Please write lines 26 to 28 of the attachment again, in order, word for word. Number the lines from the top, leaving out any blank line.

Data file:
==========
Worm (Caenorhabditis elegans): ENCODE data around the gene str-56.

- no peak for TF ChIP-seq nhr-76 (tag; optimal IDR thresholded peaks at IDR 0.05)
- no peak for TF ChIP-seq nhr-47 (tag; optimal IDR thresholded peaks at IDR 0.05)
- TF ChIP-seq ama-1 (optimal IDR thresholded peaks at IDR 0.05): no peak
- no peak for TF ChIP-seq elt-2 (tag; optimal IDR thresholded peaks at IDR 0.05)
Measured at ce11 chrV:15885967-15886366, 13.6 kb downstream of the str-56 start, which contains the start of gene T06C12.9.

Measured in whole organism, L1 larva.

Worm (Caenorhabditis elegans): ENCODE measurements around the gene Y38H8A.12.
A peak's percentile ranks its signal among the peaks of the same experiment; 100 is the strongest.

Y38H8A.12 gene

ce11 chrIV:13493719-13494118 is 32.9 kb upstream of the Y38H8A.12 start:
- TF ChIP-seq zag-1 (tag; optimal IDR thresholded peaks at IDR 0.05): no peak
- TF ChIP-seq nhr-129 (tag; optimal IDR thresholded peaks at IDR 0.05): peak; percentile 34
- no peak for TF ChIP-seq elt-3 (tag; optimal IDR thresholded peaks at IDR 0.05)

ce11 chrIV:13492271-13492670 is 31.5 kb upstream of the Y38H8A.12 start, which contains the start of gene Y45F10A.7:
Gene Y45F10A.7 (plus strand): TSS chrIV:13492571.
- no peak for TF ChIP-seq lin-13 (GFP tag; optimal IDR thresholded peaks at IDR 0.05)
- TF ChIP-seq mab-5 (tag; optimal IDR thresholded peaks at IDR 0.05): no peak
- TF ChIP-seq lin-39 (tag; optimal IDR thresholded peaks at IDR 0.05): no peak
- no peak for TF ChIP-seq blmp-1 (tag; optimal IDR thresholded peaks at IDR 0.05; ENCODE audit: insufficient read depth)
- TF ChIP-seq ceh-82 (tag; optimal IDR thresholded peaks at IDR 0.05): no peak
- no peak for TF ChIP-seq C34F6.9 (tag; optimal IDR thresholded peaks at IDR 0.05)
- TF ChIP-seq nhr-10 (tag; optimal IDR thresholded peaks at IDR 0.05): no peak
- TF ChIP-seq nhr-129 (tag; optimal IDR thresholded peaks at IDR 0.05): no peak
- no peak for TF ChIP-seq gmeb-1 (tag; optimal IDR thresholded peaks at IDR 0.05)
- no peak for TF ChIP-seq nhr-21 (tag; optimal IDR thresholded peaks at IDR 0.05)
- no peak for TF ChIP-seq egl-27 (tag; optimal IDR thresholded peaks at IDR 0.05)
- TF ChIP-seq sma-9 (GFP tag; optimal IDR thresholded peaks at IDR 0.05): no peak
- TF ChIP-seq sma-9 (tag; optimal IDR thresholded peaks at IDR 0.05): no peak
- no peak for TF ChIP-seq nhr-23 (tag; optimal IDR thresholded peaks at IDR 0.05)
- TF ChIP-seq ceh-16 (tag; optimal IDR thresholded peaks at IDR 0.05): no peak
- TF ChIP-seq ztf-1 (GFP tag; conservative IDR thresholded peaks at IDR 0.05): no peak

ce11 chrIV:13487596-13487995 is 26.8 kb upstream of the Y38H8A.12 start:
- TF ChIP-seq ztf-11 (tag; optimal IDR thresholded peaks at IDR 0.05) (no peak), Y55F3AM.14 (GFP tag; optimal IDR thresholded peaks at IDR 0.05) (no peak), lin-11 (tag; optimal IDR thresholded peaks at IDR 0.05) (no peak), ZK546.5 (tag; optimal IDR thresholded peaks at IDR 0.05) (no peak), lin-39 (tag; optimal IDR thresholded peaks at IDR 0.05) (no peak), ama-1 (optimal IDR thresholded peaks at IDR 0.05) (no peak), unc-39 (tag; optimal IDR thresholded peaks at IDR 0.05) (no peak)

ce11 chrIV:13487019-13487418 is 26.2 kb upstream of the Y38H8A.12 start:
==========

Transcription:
- no peak for TF ChIP-seq nhr-21 (tag; optimal IDR thresholded peaks at IDR 0.05)
- no peak for TF ChIP-seq egl-27 (tag; optimal IDR thresholded peaks at IDR 0.05)
- TF ChIP-seq sma-9 (GFP tag; optimal IDR thresholded peaks at IDR 0.05): no peak